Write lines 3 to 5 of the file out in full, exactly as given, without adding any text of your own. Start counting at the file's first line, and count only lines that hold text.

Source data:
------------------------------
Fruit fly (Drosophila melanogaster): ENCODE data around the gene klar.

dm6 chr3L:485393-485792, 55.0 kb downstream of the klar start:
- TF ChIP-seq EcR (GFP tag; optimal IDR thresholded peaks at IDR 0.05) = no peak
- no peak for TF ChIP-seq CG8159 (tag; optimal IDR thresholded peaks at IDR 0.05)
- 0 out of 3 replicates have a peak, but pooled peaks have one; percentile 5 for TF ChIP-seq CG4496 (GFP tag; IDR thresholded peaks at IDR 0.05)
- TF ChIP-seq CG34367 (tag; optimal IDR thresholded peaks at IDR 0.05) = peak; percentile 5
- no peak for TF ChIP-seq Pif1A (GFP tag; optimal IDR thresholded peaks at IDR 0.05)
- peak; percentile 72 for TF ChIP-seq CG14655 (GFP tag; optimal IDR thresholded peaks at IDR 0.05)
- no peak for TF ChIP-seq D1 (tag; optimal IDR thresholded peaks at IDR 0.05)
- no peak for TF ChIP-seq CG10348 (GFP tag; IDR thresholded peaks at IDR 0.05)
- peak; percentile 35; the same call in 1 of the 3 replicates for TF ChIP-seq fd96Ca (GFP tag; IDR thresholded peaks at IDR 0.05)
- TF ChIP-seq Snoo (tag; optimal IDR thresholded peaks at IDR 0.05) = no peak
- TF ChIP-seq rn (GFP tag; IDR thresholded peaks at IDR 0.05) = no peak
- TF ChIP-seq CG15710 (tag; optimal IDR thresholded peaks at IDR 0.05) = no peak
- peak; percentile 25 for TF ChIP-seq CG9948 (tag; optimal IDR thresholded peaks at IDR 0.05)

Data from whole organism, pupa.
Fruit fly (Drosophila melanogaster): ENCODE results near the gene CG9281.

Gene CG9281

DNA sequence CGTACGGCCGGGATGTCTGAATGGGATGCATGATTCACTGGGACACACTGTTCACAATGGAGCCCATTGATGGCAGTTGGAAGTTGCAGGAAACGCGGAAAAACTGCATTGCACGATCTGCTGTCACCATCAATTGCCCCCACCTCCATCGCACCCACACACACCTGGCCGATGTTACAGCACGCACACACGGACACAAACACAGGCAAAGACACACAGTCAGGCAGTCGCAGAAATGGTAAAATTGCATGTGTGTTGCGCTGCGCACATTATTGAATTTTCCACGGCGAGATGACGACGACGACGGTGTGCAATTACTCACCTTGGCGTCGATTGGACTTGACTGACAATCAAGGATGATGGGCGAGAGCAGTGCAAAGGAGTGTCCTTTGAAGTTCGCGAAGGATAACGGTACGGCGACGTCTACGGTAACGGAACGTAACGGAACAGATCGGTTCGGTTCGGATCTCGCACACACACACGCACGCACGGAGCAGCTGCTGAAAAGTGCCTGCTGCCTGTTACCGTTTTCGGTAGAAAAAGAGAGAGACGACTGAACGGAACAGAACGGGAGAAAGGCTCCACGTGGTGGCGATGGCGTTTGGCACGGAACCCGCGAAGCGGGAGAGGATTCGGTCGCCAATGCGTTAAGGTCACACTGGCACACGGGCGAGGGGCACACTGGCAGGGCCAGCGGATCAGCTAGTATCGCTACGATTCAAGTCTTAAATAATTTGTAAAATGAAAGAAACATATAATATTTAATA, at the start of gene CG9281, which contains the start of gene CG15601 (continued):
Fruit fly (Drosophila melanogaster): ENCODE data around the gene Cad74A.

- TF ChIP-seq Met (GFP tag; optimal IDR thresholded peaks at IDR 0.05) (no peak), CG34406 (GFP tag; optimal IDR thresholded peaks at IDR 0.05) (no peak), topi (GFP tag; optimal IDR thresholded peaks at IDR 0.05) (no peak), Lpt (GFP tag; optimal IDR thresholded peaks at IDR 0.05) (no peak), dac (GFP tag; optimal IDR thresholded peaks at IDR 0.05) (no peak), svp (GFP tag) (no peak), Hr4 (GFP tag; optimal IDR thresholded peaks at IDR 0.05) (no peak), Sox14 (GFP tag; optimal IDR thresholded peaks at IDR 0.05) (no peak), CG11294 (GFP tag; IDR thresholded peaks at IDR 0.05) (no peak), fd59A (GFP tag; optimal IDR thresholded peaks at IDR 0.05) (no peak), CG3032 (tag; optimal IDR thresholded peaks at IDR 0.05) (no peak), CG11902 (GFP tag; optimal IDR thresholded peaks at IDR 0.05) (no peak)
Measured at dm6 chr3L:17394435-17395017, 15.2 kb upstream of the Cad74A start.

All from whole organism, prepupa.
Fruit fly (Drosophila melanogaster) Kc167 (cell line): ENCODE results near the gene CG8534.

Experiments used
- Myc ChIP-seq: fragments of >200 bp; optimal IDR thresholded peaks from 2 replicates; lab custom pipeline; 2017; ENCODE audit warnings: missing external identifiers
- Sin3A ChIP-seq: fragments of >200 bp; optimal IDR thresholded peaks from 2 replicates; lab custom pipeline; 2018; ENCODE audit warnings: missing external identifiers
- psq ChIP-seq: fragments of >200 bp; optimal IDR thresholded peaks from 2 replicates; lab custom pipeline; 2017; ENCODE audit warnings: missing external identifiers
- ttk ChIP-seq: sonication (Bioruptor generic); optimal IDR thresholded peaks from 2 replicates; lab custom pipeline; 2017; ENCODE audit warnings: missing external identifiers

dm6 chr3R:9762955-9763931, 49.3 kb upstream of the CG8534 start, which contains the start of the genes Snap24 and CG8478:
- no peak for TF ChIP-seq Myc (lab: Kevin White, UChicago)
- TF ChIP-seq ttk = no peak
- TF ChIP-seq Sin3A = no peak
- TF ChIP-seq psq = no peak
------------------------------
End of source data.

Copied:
- TF ChIP-seq EcR (GFP tag; optimal IDR thresholded peaks at IDR 0.05) = no peak
- no peak for TF ChIP-seq CG8159 (tag; optimal IDR thresholded peaks at IDR 0.05)
- 0 out of 3 replicates have a peak, but pooled peaks have one; percentile 5 for TF ChIP-seq CG4496 (GFP tag; IDR thresholded peaks at IDR 0.05)